Having spent most of the last decade on broader issues such as the theme of living networks and examining the future of work, organizations, media, and government, it was a bit of a homecoming for me to speak at the SimCorp event.

Because I had not been deeply exposed to the industry for some time, in my keynote I spoke about high-level themes such as how changing information flows and distribution mechanisms are creating a wide variety of new opportunities in investment management.

Especially after running a highly interactive Executive Master Class with the most senior attendees at the conference, I found myself rather surprised to find that in fact the industry has changed very little over the last decade. Virtually the same issues – including talent, pricing, fee transparency, active vs. passive management, and distribution structures – are being discussed today.

There is a reasonable case to make that the investment management industry will change less than many others in years to come. The weight of capital to invest will inevitably increase, and there will be strong demand for capable fund management.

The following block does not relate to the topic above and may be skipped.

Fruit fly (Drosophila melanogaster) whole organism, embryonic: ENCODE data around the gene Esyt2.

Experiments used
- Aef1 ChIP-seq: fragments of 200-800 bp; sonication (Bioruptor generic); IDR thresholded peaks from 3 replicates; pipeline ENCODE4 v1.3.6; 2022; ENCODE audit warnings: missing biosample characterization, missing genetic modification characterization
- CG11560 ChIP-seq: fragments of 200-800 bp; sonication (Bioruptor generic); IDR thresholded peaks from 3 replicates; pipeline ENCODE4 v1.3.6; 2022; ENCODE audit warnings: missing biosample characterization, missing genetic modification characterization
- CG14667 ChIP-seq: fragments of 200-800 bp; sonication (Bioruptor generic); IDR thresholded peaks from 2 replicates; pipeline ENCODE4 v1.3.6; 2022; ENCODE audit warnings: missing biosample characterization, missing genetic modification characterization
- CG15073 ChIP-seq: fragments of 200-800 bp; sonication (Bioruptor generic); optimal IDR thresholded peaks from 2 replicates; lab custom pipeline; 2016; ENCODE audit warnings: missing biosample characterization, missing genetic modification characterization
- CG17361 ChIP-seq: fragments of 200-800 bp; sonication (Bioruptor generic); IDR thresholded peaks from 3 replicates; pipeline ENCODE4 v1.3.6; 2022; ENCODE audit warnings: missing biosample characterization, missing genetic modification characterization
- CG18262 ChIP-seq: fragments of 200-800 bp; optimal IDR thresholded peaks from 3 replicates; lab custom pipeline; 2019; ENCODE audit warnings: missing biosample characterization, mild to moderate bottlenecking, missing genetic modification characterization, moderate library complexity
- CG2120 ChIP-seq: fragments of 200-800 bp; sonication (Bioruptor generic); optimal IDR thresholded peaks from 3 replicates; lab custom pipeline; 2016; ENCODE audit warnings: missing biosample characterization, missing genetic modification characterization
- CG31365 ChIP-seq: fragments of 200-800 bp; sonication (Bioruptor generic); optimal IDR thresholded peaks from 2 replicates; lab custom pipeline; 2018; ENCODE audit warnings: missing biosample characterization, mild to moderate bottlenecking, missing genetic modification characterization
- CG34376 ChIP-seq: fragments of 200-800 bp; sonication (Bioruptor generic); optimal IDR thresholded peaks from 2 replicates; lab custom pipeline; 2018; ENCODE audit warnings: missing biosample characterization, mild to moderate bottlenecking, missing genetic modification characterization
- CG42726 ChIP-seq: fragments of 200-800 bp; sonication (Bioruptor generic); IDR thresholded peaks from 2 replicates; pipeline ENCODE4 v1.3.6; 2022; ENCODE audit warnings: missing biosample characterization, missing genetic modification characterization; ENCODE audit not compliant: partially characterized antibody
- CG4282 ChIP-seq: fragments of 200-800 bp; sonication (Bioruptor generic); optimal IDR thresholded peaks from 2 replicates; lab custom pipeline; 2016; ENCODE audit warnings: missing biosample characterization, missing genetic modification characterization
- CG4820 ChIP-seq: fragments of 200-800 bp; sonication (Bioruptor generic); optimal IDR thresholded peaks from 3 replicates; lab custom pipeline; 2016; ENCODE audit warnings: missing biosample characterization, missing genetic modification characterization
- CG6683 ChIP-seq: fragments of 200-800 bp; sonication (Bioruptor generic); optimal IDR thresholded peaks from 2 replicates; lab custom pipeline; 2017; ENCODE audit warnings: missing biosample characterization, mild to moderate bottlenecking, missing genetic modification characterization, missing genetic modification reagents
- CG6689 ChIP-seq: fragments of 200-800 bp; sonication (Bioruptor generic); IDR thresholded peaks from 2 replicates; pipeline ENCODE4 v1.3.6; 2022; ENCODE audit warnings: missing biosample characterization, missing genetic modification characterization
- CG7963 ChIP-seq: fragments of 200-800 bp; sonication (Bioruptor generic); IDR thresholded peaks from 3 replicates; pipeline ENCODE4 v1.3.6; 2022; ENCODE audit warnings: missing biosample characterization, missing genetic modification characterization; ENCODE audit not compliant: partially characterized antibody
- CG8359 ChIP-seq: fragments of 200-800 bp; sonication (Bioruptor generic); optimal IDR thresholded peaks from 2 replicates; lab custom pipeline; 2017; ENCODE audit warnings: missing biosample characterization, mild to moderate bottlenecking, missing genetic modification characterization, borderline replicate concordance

However there are certainly disruptions in store in investment management, and the industry currently hardly shines in its structural innovation. One of the speakers at the event noted that two-thirds of investment management firms ban social media in the workplace, a staggering statistic for companies that live off information flows.

In coming back to the industry I certainly see opportunities to help firms consider the future of the investment management industry, including identifying forthcoming disruptions and emerging opportunities.